>As for the answer to your other question, it turned out to be a problem
>with the C library on some systems. Please read Edgar Toernig's mails.

Didn't he refer to Lua 5.0? I am still planning to use 4.0, and I already
encountered the slow concatenation problem in another application (saving a
large and complex table to a string took minutes).

  Enrico


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Re: out of memory

John Belmonte-2
Enrico Colombini wrote:
function Flame()
  if some_condition then
    say[[
      you are in a vast room whose other end is lost
in the distance;\n the room is crammed full of Lua programmers hotly debating a minor issue.\n Most on them have small dragons on long leashes, whose fiery breath is scorching all that seem to
      disagree with their master.
      ...and so on and so on for an awful lot of lines...
    ]]
    other_code_here
  end
end

I see two problems here:
- first, newlines are inserted in the string. I can't tell them
  from those I inserted as '\n'.
- second, if I indent my text for better reading, spaces are added at the beginning of each line.

I could either use kilometric lines (most editors don't like them, and
readability goes down the drain), or concentenate the lines with '..'
(which would be acceptable if the parser could read them as a single string).

Your other option is to use some type of markup and do post processing on the strings. A simple implementation might treat a blank line as a paragraph break, otherwise converting any run of newlines and spaces into a single space. However, implementing something slightly more complex like a few HTML tags might provide advantages, such as the ability to specify bold/italic.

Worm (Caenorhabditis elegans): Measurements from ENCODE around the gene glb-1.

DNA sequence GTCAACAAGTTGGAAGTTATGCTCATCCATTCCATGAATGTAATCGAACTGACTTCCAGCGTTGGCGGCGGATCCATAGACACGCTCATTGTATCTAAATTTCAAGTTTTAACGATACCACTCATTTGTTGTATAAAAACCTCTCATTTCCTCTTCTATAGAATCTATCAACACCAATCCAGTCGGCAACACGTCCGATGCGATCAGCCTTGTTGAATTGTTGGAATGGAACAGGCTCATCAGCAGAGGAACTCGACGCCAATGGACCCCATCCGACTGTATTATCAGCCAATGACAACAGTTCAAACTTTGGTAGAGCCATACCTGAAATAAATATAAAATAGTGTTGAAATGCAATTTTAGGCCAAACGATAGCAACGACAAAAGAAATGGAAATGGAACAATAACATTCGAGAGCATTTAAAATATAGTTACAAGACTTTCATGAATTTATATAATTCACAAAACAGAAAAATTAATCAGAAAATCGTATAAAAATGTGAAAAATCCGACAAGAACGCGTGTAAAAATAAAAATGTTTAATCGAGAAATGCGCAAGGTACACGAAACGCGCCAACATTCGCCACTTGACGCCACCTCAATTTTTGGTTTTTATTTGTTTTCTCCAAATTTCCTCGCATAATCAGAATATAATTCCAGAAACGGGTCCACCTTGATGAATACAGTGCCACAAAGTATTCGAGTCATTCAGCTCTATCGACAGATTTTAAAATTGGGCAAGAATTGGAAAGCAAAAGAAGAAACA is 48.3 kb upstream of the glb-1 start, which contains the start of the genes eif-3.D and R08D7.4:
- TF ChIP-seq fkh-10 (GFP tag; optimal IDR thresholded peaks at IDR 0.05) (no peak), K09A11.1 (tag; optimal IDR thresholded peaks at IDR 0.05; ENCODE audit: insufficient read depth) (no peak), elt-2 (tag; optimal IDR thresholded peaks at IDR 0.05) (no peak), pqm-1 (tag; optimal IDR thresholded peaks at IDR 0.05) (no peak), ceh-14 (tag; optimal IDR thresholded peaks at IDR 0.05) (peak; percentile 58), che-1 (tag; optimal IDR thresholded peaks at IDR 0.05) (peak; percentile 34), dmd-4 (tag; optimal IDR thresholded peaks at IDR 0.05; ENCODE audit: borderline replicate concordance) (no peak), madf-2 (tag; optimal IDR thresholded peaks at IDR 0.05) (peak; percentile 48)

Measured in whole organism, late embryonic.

-John



--
http:// i      .   /


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Re: out of memory

Björn De Meyer
In reply to this post by Edgar Toernig
Edgar Toernig wrote:
> 
> That's what my man page says too.  But on Linux the man pages
> regarding libc are 2nd class citizens.  They are collected
> from various places (posix, ansi, *bsd, ...) and sometime do
> not reflect actual behaviour.
> 
> The libc info pages are the real documentation and there's
> nothing about realloc(x,0) freeing objects (it even warns
> that realloc(0,s) does not work on all systems).
> 
> Ciao, ET.

So, the conclusion is that the Linux manpages for realloc() 
are faulty. The ANSI C standard which Edgar quoted is clear 
enough. Using realloc(x,0) causes undefined behaviour. 
Therefore, IMO, it should be avoided and replaced free(),
so LUA stays on the safe side of ANSI C. It's a harsh standard, 
but still, the standard.


-- 
"No one knows true heroes, for they speak not of their greatness." -- 
Daniel Remar.
Björn De Meyer 
[hidden email]

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Re: out of memory

Björn De Meyer
In reply to this post by Enrico Colombini
Enrico Colombini wrote:
/snip
> I see two problems here:
> - first, newlines are inserted in the string. I can't tell them
>   from those I inserted as '\n'.
> - second, if I indent my text for better reading, spaces are
>   added at the beginning of each line.
> 
/snip

To solve these problems you can:
- use <br> in stead of \n. Postprocess with gsub.
- trim away the excess spaces. Gsun is again useful there. 

This is how you can do it in Lua itself:

aid = gsub(description, "%s+", " ")
description = gsub(aid, "<br>", "\n"))

It may be more performant to do this kind of postprocessing